simulating forward from a time instance prior to said user-specified simulation time instance to said user-specified simulation time instance; and
disclosing a value at said memory address at said user-specified simulation time instance.
55. The method, as set forth in claim 41, further comprising: selecting a time instance to provide a selected time instance; and disclosing said simulation signal values at said selected time instance.
56. The method, as set forth in claim 55, wherein said disclosing step further comprises:
searching said runtime array for said selected time instance;
finding said selected time instance in said runtime array;
disclosing said simulation signal values stored in said runtime array which correspond to said selected time instance.
57. The method, as set forth in claim 55, wherein said disclosing step further comprises:
searching said runtime array for said selected time instance;
searching said checkpoint array for said selected time instance in response to not finding said selected time instance in said runtime array;
searching said checkpoint array for a predetermined time instance stored therein which is immediately prior to said selected time instance in response to not finding said selected time instance in said checkpoint array;
re-running said simulation run for a predetermined time period beginning at said predetermined time instance in response to finding said predetermined time instance in said checkpoint array;
storing said simulation signal values for each clock cycle of said runtime clock during said predetermined time period in said runtime array; and
disclosing said simulation signal values stored in said runtime array which correspond to said selected time instance.
58. The method, as set forth in claim 55, wherein said disclosing step further comprises:
searching said runtime array for said selected time instance;
searching said checkpoint array for a said selected time instance in response to not finding said selected time instance in said runtime array;
searching said checkpoint array for a predetermined time instance stored therein which is immediately prior to said selected time instance in response to not finding said selected time instance in said checkpoint array;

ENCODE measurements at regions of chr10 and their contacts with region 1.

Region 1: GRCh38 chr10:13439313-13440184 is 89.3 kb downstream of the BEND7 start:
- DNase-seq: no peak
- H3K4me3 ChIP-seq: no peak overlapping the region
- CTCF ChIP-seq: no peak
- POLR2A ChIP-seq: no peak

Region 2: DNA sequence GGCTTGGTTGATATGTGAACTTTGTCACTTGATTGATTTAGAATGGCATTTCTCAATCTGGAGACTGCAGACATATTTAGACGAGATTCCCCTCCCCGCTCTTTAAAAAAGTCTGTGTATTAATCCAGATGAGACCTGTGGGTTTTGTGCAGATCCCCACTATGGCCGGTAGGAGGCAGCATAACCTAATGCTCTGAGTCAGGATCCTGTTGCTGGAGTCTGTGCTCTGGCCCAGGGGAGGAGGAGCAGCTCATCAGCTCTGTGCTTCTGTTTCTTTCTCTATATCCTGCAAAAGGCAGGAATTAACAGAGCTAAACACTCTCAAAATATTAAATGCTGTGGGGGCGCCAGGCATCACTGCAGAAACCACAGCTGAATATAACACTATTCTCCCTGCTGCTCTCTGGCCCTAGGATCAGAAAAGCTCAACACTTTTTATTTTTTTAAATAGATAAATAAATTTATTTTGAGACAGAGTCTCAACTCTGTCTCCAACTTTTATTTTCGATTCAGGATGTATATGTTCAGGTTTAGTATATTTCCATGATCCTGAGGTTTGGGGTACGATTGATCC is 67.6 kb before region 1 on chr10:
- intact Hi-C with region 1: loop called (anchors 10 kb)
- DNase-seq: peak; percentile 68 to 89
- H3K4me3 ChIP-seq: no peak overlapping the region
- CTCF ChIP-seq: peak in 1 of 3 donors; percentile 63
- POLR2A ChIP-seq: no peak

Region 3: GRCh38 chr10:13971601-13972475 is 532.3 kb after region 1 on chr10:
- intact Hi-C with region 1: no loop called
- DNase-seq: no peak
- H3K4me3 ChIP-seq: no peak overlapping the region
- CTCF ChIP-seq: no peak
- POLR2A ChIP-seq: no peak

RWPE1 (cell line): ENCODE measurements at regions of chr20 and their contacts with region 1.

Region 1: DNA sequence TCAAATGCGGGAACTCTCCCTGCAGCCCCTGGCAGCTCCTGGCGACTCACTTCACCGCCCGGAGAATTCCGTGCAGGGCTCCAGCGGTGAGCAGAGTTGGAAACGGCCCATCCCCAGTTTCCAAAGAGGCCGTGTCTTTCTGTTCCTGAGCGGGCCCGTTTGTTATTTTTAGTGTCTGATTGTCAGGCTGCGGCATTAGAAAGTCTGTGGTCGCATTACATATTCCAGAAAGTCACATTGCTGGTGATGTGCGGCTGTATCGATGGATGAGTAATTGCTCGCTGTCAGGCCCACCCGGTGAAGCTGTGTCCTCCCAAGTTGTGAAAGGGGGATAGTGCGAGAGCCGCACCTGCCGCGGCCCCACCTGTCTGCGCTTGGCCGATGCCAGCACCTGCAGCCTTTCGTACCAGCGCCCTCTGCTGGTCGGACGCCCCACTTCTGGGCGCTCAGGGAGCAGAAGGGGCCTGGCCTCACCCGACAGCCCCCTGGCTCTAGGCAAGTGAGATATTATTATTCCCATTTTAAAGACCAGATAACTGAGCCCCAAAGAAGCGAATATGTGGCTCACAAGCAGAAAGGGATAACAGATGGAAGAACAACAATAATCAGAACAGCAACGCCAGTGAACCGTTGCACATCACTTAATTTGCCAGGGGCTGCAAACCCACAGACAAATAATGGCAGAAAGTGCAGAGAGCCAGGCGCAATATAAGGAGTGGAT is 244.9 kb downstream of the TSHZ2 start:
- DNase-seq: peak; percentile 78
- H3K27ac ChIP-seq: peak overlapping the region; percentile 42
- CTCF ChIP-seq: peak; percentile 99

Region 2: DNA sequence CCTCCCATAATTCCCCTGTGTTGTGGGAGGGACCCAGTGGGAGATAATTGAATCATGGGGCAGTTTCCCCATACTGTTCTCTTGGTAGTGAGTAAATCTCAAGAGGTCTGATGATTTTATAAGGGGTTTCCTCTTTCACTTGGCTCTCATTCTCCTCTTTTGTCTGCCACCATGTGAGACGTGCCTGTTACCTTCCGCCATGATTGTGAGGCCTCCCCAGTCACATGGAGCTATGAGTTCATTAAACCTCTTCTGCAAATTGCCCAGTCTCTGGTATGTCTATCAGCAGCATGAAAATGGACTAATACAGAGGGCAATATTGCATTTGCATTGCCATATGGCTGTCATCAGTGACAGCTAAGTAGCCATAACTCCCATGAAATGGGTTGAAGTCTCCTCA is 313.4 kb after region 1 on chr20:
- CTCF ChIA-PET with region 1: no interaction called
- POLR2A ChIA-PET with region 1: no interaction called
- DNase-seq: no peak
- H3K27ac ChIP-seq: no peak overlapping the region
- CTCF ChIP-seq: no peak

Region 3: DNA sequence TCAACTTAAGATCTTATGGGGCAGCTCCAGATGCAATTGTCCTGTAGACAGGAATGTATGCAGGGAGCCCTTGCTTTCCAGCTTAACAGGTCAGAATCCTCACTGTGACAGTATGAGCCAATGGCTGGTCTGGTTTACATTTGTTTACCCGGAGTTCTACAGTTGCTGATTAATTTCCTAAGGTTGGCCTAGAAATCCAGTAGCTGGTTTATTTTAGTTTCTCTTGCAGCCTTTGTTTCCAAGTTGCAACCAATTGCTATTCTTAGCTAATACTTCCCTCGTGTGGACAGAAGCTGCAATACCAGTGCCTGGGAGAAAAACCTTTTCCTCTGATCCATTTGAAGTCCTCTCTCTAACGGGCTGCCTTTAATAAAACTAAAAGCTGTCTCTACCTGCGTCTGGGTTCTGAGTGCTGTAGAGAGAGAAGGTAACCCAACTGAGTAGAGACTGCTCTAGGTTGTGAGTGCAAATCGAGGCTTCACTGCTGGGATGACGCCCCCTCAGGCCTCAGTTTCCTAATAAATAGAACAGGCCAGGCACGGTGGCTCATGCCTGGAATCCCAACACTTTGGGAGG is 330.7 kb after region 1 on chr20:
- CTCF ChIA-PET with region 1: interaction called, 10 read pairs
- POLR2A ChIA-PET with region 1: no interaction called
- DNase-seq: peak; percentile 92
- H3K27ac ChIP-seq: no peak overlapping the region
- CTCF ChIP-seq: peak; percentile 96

searching a hyper-checkpoint array for a said selected time instance in response to not finding said predetermined time instance in said checkpoint array;
searching said hyper-checkpointing array for a predetermined second time instance stored therein which is immediately prior to said selected time instance in response to not finding said predetermined time instance in said checkpoint array;
re-running said simulation run for a predetermined time period beginning at said predetermined second time instance in response to finding said predetermined second time instance in said hyper-checkpoint array;
storing said simulation signal values for each clock cycle of said runtime clock during said predetermined time period in said runtime array;
selectively storing said simulation signal values for said first selection of time instances in said checkpoint array and
disclosing said simulation signal values stored in said runtime array which correspond to said selected time instance.
59. The method, as set forth in claim 41, further comprising:
storing a time instance and a memory address location in a change management list in response to a first memory value being written to said address at said time instance;
storing a time instance and said first memory value being written to said address in a memory value array, and
deleting some entries in the change management list and corresponding time values in said memory value array.
Description

This application is a Continuation of application Ser. No. 07/530,716, filed May 29, 1990 now abandoned.

TECHNICAL FIELD OF THE INVENTION

This invention relates generally to logic simulators and more particularly to apparatus and method for storing and retrieving signal values in a logic simulator.